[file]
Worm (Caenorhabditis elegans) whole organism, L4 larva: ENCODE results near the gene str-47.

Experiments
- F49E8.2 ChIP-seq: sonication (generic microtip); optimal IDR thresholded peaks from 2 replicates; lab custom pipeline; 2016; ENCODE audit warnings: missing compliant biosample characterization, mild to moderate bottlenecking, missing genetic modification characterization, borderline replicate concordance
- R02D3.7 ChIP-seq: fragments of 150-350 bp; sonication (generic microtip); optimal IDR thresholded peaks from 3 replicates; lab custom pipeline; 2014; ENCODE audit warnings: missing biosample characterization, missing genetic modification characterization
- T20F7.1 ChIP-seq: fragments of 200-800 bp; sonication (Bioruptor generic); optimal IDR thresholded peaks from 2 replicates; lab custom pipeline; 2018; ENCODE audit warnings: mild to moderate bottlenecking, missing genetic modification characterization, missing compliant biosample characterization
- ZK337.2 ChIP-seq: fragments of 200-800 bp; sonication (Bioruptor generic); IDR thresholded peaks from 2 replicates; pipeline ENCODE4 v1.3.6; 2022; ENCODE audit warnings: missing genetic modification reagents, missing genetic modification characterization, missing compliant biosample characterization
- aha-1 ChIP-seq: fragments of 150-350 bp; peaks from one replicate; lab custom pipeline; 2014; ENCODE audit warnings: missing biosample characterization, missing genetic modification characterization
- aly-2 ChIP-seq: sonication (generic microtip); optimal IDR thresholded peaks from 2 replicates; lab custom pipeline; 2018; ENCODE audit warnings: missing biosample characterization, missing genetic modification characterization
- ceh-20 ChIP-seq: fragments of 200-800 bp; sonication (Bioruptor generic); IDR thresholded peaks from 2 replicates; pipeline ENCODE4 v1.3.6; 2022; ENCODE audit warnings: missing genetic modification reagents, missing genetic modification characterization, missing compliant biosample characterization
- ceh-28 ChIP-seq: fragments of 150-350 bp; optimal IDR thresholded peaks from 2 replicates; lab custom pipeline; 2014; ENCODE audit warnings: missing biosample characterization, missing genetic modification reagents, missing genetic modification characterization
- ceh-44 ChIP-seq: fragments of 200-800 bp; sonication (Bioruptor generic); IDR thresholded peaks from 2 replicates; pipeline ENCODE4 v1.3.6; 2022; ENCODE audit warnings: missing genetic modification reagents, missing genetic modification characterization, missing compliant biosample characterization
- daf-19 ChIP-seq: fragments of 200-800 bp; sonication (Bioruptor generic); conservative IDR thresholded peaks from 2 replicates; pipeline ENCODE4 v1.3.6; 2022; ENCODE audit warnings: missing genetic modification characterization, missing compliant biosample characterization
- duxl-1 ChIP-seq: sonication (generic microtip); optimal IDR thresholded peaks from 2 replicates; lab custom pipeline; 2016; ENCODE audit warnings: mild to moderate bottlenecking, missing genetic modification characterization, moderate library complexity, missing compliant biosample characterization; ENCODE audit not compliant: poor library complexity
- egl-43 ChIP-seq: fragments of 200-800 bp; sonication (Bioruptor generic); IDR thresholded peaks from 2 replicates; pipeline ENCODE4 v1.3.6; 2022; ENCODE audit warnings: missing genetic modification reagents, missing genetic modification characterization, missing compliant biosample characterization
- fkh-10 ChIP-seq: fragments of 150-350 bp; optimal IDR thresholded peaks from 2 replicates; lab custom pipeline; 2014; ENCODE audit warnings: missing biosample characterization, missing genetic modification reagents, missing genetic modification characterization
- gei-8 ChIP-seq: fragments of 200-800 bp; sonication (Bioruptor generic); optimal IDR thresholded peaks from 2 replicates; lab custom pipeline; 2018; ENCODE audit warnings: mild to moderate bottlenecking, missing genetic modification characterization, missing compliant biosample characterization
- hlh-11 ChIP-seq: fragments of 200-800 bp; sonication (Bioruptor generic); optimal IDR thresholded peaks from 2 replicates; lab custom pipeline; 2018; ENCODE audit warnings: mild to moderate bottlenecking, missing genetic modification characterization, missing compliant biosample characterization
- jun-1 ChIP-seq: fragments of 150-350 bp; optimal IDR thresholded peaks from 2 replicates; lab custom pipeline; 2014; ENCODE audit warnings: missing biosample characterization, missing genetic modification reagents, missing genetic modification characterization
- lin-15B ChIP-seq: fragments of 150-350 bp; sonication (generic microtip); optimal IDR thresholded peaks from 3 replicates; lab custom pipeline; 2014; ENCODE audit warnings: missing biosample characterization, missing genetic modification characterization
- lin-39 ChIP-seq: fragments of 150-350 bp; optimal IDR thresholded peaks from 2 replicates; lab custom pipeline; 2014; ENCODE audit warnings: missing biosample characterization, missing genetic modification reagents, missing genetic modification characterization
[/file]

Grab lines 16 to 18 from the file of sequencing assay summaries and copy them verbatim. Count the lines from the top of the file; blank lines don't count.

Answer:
- gei-8 ChIP-seq: fragments of 200-800 bp; sonication (Bioruptor generic); optimal IDR thresholded peaks from 2 replicates; lab custom pipeline; 2018; ENCODE audit warnings: mild to moderate bottlenecking, missing genetic modification characterization, missing compliant biosample characterization
- hlh-11 ChIP-seq: fragments of 200-800 bp; sonication (Bioruptor generic); optimal IDR thresholded peaks from 2 replicates; lab custom pipeline; 2018; ENCODE audit warnings: mild to moderate bottlenecking, missing genetic modification characterization, missing compliant biosample characterization
- jun-1 ChIP-seq: fragments of 150-350 bp; optimal IDR thresholded peaks from 2 replicates; lab custom pipeline; 2014; ENCODE audit warnings: missing biosample characterization, missing genetic modification reagents, missing genetic modification characterization